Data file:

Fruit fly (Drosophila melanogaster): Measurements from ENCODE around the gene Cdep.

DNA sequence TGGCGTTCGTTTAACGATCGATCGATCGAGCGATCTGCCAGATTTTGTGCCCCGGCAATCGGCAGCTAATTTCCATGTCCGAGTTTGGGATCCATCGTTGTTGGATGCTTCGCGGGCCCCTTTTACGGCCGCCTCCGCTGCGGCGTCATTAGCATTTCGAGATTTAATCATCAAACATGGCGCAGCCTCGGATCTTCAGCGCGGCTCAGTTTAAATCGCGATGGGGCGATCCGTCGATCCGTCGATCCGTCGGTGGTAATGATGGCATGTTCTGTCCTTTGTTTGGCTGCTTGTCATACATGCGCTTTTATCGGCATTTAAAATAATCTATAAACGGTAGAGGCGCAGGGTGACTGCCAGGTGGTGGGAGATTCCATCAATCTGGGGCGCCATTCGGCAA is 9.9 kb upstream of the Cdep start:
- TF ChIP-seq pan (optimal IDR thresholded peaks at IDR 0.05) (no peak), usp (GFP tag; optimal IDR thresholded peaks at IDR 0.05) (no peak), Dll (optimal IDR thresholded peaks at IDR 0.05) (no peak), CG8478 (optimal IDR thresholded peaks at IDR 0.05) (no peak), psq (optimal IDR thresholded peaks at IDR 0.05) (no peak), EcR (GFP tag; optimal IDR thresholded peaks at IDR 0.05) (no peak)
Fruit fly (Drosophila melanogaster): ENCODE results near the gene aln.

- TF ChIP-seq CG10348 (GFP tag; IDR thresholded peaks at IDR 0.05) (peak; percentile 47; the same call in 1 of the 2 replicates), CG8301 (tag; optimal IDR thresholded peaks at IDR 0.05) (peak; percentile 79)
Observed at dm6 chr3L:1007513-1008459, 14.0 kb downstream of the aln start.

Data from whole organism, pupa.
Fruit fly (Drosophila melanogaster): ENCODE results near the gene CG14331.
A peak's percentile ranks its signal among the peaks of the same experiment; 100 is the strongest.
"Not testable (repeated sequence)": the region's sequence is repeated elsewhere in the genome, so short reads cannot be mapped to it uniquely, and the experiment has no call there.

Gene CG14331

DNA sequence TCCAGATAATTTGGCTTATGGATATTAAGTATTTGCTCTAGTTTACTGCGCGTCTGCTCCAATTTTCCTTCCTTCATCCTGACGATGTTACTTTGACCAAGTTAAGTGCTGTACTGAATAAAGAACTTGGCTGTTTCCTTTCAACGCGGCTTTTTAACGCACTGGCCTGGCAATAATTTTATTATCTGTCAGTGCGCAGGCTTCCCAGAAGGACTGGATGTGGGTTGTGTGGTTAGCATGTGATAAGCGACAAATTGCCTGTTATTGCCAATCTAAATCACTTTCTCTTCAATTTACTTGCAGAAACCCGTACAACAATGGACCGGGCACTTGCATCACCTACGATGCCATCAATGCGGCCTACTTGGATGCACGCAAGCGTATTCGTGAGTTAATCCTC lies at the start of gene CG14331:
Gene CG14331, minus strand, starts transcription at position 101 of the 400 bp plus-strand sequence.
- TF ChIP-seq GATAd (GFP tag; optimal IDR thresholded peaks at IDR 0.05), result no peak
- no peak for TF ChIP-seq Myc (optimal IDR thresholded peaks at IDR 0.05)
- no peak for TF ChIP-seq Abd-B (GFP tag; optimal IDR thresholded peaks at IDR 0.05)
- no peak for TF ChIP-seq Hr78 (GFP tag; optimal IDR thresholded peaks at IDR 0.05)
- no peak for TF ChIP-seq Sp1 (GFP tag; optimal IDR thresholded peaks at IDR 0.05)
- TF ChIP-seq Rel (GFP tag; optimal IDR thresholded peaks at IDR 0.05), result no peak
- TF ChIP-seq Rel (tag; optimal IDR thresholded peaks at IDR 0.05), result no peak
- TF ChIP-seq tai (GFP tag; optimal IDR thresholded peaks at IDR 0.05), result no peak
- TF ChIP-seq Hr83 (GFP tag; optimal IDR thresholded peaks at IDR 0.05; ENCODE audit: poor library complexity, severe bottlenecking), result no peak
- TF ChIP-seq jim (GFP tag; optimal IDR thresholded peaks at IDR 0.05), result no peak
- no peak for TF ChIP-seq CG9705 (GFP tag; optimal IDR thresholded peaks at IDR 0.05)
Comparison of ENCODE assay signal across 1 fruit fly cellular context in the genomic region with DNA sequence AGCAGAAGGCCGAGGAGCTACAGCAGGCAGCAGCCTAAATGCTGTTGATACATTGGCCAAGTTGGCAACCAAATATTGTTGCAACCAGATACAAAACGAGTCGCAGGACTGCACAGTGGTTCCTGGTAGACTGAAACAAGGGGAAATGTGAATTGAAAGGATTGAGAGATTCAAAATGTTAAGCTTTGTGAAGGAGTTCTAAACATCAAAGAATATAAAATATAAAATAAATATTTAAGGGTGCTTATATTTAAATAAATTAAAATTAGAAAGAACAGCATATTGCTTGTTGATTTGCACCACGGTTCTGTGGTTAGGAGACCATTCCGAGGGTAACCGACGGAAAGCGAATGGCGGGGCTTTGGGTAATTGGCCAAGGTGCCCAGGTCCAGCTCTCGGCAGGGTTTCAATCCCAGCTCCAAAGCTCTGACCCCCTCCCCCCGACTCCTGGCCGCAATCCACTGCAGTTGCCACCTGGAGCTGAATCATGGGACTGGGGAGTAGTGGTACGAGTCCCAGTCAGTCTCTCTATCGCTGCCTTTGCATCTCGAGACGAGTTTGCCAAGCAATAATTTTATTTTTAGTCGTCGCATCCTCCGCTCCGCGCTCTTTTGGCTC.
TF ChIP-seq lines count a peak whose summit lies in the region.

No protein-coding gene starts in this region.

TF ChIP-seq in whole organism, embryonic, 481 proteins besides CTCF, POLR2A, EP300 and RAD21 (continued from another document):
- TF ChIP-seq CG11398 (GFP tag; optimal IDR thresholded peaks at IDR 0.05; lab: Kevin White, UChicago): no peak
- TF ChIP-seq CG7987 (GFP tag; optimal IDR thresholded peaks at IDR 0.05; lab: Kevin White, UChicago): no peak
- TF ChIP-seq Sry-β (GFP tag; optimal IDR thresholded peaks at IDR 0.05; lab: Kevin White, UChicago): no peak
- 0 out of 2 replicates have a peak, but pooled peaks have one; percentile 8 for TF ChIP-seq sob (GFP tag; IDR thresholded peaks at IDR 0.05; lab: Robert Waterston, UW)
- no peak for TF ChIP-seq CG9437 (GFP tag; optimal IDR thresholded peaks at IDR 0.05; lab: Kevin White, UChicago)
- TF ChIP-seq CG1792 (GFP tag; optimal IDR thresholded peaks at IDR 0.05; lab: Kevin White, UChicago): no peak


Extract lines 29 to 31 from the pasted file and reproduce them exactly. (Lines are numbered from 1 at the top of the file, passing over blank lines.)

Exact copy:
- TF ChIP-seq CG11398 (GFP tag; optimal IDR thresholded peaks at IDR 0.05; lab: Kevin White, UChicago): no peak
- TF ChIP-seq CG7987 (GFP tag; optimal IDR thresholded peaks at IDR 0.05; lab: Kevin White, UChicago): no peak
- TF ChIP-seq Sry-β (GFP tag; optimal IDR thresholded peaks at IDR 0.05; lab: Kevin White, UChicago): no peak